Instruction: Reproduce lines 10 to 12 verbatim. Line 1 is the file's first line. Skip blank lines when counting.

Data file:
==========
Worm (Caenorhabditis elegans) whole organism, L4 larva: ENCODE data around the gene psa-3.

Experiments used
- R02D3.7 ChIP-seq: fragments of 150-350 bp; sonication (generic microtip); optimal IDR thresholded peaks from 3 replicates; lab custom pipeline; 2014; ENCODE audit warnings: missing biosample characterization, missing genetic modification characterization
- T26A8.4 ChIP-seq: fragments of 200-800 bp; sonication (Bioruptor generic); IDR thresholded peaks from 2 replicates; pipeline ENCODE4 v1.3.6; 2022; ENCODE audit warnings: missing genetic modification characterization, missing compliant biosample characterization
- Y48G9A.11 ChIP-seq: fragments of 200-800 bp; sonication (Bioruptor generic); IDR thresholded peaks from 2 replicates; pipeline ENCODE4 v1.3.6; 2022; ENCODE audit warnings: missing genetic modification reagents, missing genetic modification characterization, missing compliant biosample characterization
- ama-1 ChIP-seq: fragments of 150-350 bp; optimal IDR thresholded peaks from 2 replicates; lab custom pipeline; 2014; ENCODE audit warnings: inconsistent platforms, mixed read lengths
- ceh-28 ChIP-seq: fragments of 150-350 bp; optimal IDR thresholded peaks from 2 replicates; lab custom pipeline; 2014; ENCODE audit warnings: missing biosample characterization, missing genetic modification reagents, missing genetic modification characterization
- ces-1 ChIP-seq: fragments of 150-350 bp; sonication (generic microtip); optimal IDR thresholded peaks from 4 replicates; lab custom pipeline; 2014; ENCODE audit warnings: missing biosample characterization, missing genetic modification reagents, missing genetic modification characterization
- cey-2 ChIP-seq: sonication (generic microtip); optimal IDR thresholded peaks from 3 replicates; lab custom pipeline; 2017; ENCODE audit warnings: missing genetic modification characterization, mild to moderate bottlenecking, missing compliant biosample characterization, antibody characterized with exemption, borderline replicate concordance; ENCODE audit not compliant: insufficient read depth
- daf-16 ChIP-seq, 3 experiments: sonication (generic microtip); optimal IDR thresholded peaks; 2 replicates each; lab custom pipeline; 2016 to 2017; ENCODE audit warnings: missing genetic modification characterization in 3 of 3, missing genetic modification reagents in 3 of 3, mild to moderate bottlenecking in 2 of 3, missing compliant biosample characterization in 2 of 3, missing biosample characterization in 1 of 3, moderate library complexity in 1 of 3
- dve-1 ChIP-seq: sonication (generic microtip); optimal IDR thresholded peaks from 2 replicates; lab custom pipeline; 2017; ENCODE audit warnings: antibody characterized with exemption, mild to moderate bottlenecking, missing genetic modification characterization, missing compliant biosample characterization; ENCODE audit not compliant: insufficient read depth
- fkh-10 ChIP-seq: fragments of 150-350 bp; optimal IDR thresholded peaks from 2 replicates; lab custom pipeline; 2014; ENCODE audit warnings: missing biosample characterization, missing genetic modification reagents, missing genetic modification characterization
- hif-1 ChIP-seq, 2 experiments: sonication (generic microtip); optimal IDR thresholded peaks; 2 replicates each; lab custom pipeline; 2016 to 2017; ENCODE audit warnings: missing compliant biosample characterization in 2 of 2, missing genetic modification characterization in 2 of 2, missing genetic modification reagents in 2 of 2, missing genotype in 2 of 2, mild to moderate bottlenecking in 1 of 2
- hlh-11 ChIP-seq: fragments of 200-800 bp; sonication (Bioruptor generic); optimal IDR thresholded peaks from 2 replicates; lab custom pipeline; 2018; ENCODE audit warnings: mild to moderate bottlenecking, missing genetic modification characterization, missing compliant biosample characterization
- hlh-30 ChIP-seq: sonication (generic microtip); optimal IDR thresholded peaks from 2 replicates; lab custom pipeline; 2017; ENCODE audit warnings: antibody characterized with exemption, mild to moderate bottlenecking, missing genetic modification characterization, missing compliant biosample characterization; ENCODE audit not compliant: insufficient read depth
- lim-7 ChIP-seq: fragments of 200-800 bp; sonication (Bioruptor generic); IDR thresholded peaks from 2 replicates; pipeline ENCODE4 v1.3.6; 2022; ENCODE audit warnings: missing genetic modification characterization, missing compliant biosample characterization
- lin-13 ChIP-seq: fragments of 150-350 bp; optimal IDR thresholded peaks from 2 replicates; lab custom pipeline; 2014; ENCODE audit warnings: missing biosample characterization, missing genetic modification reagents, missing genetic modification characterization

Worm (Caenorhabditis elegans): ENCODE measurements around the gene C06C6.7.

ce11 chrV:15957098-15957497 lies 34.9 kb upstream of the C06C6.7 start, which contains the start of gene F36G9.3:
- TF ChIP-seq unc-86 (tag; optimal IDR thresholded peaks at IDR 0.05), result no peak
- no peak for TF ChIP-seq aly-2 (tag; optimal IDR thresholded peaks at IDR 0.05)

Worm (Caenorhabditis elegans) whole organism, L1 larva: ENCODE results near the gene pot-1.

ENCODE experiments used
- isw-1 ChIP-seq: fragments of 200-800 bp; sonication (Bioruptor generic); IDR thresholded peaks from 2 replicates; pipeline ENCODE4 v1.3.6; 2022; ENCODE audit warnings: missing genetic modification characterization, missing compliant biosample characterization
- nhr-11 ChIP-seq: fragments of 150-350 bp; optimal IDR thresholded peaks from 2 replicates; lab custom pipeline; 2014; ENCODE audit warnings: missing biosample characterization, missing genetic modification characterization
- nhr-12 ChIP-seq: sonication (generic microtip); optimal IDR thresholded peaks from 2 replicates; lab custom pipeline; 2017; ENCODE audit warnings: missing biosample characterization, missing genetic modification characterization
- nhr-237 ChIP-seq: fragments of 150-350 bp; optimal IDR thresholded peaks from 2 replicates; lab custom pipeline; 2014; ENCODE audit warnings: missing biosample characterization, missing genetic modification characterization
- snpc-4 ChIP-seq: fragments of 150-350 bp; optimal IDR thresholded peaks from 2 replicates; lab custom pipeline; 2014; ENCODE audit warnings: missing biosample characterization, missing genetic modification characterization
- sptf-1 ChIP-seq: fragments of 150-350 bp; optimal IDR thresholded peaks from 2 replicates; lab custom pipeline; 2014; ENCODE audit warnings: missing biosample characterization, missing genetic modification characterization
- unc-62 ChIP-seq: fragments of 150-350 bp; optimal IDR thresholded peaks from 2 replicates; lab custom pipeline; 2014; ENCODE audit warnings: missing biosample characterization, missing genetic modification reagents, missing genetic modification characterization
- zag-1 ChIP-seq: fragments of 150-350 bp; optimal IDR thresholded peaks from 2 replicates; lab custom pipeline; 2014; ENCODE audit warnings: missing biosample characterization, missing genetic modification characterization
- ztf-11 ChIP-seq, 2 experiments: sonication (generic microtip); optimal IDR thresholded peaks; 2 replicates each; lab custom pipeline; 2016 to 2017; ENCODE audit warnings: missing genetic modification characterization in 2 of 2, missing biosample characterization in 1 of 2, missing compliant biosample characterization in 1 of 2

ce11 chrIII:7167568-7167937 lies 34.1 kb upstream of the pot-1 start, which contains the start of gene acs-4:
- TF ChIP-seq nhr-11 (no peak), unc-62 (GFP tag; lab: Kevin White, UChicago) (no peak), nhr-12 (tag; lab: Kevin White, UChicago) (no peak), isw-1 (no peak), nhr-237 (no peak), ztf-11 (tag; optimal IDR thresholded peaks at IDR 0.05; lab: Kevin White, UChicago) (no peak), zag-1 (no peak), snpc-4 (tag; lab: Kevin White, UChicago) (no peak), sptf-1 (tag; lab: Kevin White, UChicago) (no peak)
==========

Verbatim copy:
- daf-16 ChIP-seq, 3 experiments: sonication (generic microtip); optimal IDR thresholded peaks; 2 replicates each; lab custom pipeline; 2016 to 2017; ENCODE audit warnings: missing genetic modification characterization in 3 of 3, missing genetic modification reagents in 3 of 3, mild to moderate bottlenecking in 2 of 3, missing compliant biosample characterization in 2 of 3, missing biosample characterization in 1 of 3, moderate library complexity in 1 of 3
- dve-1 ChIP-seq: sonication (generic microtip); optimal IDR thresholded peaks from 2 replicates; lab custom pipeline; 2017; ENCODE audit warnings: antibody characterized with exemption, mild to moderate bottlenecking, missing genetic modification characterization, missing compliant biosample characterization; ENCODE audit not compliant: insufficient read depth
- fkh-10 ChIP-seq: fragments of 150-350 bp; optimal IDR thresholded peaks from 2 replicates; lab custom pipeline; 2014; ENCODE audit warnings: missing biosample characterization, missing genetic modification reagents, missing genetic modification characterization